It’s that time of year, that time of year where children are required to put on their speed suits, cap and goggles and participate in the school’s swimming carnival. This was Alfie’s first year of competing because you can’t go to the carnival unless you’re in Year 3.
There wasn’t much time to prepare. School’s only been back for a couple of weeks, but we did manage to squeeze in two swimming lessons ahead of the carnival.
As the big day loomed the poor little guy developed a cold that progressed to a fever that moved on to asthma. But still he wanted to compete. Probably because I told him he stood a good chance of winning because all the races are held in age groups and the youngest age group is the Under 8’s. With 95% of his Year being in the Under 9’s, I knew he would have little competition. This was his year to shine!
And I wasn’t wrong. There were so few in the Under 8 50mtr Freestyle event they didn’t have to hold a heat. Alfie, along with three others, went straight through to the final.
But Alfie, in an effort to gain points for his House, also signed up for the breast stroke. Why? He can’t do breast stroke. And there were so few entrants they decided to merge all the age groups so he was competing against people turning 10. To be sure they had more strength, experience, knowledge and skill. And they showed it.
Just before the race Alfie was sitting on a chair in front of Lane 7, the lane he would swim in. ‘This is the breast stroke race, okay’, I yelled from up close and personal where no adults were supposed to be.
‘Is it?’ he asked all surprised, ‘Isn’t this my freestyle race?’
‘That’s later’, I screamed, there’s no heat, you’re just swimming a final and that’s not on until the end of the day’. I was stressed. Can you imagine my humiliation if he did an entire lap of freestyle in front of a packed grandstand only to reach the end and be told, ‘It was a breast stroke race’. I would have died on the spot.
Especially as there were competitive parents there who have had their children in squads since before they could walk and training three times a week at 4.45am is standard and nothing to complain about. Those parents marched up and down the 50mtr pool with their personalised stop-watches timing every event their child went in to make sure it was a PB. I grabbed a packet of chips and a can of lemonade and sat on the grass in the shade.
Perhaps that was my undoing. Perhaps I just don’t take parenting seriously enough. Because when Alfie lined up on the starting blocks, off went the buzzer and he just stood there. ‘Dive in’, I screamed, fully aware there was no way he could hear me. Finally aware his race had started he dived in (a sort of a dive but that’s probably a generous term) and started doing his breast stroke where he knows what to do with his arms but doesn’t have the frog-leg kick sorted.
‘Does he know he has to touch the wall with both hands?’ asked one mother as she watched Alfie slip further and further from the pack of swimmers.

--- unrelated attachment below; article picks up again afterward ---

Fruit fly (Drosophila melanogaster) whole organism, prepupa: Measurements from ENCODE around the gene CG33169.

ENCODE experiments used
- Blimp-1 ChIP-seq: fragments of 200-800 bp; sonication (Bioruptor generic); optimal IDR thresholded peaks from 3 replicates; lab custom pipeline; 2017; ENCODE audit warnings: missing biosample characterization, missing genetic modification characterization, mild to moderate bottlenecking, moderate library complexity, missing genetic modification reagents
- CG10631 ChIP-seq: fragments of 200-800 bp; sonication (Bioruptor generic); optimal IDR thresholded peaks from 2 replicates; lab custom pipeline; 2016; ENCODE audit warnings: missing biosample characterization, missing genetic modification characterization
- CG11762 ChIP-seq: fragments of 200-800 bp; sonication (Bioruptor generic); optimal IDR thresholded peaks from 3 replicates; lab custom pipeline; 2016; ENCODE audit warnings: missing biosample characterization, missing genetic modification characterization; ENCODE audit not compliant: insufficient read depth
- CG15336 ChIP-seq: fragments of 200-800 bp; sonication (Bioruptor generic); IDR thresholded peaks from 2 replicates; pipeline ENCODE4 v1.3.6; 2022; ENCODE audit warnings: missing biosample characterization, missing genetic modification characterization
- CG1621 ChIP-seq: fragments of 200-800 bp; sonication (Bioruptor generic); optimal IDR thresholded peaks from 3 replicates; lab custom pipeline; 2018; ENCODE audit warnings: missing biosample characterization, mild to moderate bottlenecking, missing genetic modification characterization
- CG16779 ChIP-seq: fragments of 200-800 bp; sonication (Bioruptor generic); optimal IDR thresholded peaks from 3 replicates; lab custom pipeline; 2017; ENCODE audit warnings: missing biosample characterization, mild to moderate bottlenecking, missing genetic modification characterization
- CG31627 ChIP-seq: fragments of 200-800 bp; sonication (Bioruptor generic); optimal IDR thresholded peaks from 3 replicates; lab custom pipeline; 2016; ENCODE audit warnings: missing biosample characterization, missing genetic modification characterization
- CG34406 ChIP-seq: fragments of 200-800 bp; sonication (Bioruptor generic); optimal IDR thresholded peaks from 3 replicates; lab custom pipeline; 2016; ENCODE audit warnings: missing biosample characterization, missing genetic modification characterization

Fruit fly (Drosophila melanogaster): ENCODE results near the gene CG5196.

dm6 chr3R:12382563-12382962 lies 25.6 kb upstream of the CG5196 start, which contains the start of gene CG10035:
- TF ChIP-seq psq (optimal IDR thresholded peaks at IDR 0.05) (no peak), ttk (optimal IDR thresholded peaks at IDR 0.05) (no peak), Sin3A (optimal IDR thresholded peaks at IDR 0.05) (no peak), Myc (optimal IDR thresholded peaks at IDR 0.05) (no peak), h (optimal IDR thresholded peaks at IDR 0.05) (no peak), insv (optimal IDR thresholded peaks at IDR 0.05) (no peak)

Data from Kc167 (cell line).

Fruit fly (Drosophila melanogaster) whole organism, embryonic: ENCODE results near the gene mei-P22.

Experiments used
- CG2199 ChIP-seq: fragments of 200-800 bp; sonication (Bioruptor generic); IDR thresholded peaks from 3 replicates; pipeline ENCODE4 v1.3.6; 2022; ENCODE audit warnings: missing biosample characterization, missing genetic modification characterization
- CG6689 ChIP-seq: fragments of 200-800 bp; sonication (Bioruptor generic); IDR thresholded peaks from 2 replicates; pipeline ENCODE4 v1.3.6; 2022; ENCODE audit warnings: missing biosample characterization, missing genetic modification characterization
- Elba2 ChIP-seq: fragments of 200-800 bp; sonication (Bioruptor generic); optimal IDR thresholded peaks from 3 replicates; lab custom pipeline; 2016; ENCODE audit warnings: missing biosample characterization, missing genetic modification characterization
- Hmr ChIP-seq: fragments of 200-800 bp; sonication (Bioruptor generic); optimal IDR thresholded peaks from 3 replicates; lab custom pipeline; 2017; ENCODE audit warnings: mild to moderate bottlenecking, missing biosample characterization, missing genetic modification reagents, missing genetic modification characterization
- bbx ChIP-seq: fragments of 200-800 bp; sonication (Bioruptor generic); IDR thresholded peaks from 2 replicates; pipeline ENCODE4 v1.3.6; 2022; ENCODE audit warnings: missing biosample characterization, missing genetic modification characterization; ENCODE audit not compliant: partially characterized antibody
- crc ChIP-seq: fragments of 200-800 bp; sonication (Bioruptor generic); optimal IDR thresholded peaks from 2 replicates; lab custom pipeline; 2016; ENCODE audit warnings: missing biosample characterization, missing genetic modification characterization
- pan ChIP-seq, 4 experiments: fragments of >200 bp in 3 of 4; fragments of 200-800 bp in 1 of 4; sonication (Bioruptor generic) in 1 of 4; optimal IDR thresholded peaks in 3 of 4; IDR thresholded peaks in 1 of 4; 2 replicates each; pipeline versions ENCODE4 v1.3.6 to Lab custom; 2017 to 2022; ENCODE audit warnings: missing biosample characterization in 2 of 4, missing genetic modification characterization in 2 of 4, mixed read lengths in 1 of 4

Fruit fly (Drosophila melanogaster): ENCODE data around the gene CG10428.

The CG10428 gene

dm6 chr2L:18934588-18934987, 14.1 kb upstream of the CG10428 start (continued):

‘I didn’t think to tell him’, I said as other parents paced up and down the pool’s edge timing their children, hoping for that PB.
And as the race progressed, Alfie was in the outside lane and the further the distance, the further behind he came. I walked along beside the edge of the pool (minus the stop watch) and yelled encouraging things to him and as he reached the wall I said, ‘Well done; you did so well, you swam such a long way and this was your first ever race, I’m really proud’.
‘Where did I come?’
I couldn’t believe it. How could he not have noticed he’d come last. ‘I’m not sure. But I know it was very close’.
‘But where did I come?’
‘It was too close to call but you should be very proud of yourself. 50mtrs is such a long way’.
‘Did I come last?’
My heart sank. What was I to say. The mother doing the official time-keeping heard this conversation and she said, ‘It’s all about points for your house and just for going in it, you scored points for Boronia’. What a rescue.
There truly are moments when it’s just not necessary to be explicit about the truth.
And then came the 50mtr final. But by now Alfie’s voice was hoarse and he seemed to have a fever and he was asking me if I had any ventolin. I gave him a few good-luck puffs and off he went to the marshaling area. The Under 8’s race was called and Alfie lined up with the three other finalists. He was in Lane 4 – the best lane to be in if you’re at the Olympics. I thought it was a good sign.
The buzzer went and the boys dived in. This time Alfie entered the water a little more promptly. But it didn’t matter; he still came last. But not by much, it was an extremely close finish between all four boys. And Alfie was struggling for breath and I had to find the ventolin in my hand bag and give him some immediately. But as he was clambering out of the pool the other three boys all said, ‘Ha, ha, Alfie, you came last. Ha, ha’.
And so the tears formed and he said, ‘Can we go? I just want to go home. I want to go now’. And so we left then and there. He’d come last in both his races and other boys had mocked him for doing so. I took him to McDonalds.
But when we arrived home he had at temperature of 38.5C (101.3F) and was breathless beyond belief. He spent the next day and the weekend lying in bed and watching DVDs.
He said to me, ‘I don’t want to go in the swimming carnival next year’, and I said, ‘But you will go in it because the only place you can go is up. I pity the children who have peaked too soon’.
And Alfie agreed.